I am hiring! If you are a positive, smart, and capable potential employee who is passionate about music and protecting creators and rights’ owners, then please click on the links below to view available positions and apply:
All music starts with a composition, which is one of the reasons why I love the area of music publishing. Despite the low streaming rates, there is still a lot of activity and money to be made on the publishing side of music. Whether you are a writer signing with a music publisher, or you self-publish your own music, here are the some typical music publishing contracts:
A Songwriter Agreement usually involves a writer transferring 100% of the copyrights to the song(s) in your catalogue and/or written during the term to a music publisher and a 50/50 income split between the publisher and the writer. While these were some of the most common agreements 60 years ago and are still used today, they aren’t entered into as often because many writers value owning their content more in today’s music market.
A Co-Publishing Agreement is very common today and involves a writer transferring 50% of the copyrights to the song(s) to the music publishers and an income split of 75/25 where 75% goes to the writer and 25% goes to the publisher.
An Administration Agreement is also very popular today and involves no copyright transfer—the publisher administers (handles licenses, tracks royalties, etc.) without owning copyright. This agreement includes a 90/10 income split where 90% goes to the writer and 10% goes to the publisher as a fee for doing the administration.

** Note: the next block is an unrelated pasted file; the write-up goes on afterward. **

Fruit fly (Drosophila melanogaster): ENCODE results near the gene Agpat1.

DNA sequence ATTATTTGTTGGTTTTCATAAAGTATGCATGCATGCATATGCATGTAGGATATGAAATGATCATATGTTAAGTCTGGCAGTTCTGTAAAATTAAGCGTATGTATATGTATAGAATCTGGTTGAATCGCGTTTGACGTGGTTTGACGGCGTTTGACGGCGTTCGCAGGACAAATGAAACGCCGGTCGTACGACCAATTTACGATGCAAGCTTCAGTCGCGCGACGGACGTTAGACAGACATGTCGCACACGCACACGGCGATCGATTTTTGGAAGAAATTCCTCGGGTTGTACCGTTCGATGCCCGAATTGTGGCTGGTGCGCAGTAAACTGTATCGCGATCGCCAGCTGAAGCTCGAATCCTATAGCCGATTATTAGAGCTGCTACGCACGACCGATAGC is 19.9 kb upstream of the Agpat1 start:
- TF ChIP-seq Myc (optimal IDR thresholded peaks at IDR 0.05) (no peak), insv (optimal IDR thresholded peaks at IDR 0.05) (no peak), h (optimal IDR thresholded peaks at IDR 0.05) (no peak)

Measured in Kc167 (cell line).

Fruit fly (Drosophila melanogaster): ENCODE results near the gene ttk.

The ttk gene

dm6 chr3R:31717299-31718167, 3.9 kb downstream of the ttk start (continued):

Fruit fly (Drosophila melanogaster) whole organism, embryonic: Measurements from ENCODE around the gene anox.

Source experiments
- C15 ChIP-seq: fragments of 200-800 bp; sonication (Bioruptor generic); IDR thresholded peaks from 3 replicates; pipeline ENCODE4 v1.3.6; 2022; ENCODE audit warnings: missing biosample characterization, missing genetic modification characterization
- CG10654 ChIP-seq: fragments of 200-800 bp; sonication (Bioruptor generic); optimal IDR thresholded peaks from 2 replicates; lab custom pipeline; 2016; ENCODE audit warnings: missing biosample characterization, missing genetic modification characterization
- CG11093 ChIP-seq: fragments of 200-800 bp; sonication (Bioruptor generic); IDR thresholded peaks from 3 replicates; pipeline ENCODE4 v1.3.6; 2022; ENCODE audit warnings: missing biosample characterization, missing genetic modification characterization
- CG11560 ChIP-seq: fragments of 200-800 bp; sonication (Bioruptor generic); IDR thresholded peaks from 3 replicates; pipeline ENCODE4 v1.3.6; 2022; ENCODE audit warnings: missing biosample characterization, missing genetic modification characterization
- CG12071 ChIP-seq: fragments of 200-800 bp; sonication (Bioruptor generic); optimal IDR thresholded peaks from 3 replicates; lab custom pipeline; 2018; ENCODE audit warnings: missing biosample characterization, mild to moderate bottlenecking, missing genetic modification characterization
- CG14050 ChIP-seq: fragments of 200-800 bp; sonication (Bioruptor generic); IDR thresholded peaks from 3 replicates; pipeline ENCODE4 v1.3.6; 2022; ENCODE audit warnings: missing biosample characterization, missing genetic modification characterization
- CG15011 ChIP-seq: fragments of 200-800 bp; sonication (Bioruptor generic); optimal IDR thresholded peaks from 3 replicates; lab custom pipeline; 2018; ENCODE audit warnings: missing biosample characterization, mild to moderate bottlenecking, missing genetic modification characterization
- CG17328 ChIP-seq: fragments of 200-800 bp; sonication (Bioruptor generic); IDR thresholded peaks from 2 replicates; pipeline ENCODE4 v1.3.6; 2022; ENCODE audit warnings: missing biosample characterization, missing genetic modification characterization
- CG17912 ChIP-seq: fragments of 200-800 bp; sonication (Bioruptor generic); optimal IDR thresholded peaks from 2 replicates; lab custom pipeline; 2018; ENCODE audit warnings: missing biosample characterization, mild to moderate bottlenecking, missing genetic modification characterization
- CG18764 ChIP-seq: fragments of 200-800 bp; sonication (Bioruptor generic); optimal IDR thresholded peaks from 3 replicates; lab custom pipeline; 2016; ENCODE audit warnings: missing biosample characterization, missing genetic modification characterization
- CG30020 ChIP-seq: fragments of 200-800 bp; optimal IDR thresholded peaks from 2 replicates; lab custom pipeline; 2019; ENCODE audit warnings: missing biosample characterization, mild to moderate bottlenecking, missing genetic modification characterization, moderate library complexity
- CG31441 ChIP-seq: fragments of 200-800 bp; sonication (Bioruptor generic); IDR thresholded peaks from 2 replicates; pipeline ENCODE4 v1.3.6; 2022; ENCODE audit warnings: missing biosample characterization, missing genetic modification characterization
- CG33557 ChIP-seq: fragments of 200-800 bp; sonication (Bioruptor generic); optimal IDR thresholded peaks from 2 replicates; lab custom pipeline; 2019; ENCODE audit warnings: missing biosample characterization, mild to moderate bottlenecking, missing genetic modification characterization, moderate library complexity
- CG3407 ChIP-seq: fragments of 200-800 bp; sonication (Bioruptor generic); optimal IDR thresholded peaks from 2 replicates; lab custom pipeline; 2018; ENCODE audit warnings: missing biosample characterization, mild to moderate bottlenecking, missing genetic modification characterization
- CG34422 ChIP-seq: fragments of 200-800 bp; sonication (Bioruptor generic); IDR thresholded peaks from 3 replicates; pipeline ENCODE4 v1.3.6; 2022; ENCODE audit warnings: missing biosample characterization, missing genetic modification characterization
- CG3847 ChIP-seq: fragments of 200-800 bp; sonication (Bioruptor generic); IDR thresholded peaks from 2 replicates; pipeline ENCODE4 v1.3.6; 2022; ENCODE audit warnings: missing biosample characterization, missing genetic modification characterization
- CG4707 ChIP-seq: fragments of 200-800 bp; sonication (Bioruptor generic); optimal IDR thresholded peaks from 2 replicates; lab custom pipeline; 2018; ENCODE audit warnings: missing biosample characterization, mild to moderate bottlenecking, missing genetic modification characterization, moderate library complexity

A Songwriter Split Agreement is something that always needs to be completed when co-writing songs with others. It is essential to minimize disputes between co-writers, but is also usually required by publishing companies, whether you are your own publisher, administer for co-writers or other unrelated writers, or are signed as a writer to a music publishing company. A Songwriter Split Agreement can be custom drafted, or one can use a template from Indie Artist Resource.
Many “placement houses” or “pitching companies” that have traditionally just focused on pitching music for placement in TV and film are now getting into the publishing game. The copyright transfer and income splits tend to vary on these deals, and I have seen a lot of them called “Co-Publishing Agreements” that really do not follow the traditional co-publishing model. These can get tricky because of term variations as well as retitling and other practices.
Music publishing is one of the most complicated areas of the music business and as you may have gleaned from this article, the associated agreements and principles can get extremely complicated. Any artists/writers should have an experienced music attorney draft their music publishing agreements agreements for them if they are administering their own publishing or publishing for others. An experienced music attorney is also invaluable to review and negotiate any publishing agreements or licenses presented writers, as an experienced music attorney knows what the terms and custom and practice should be, as well as has the training to catch problems or unfair clauses that writers may miss.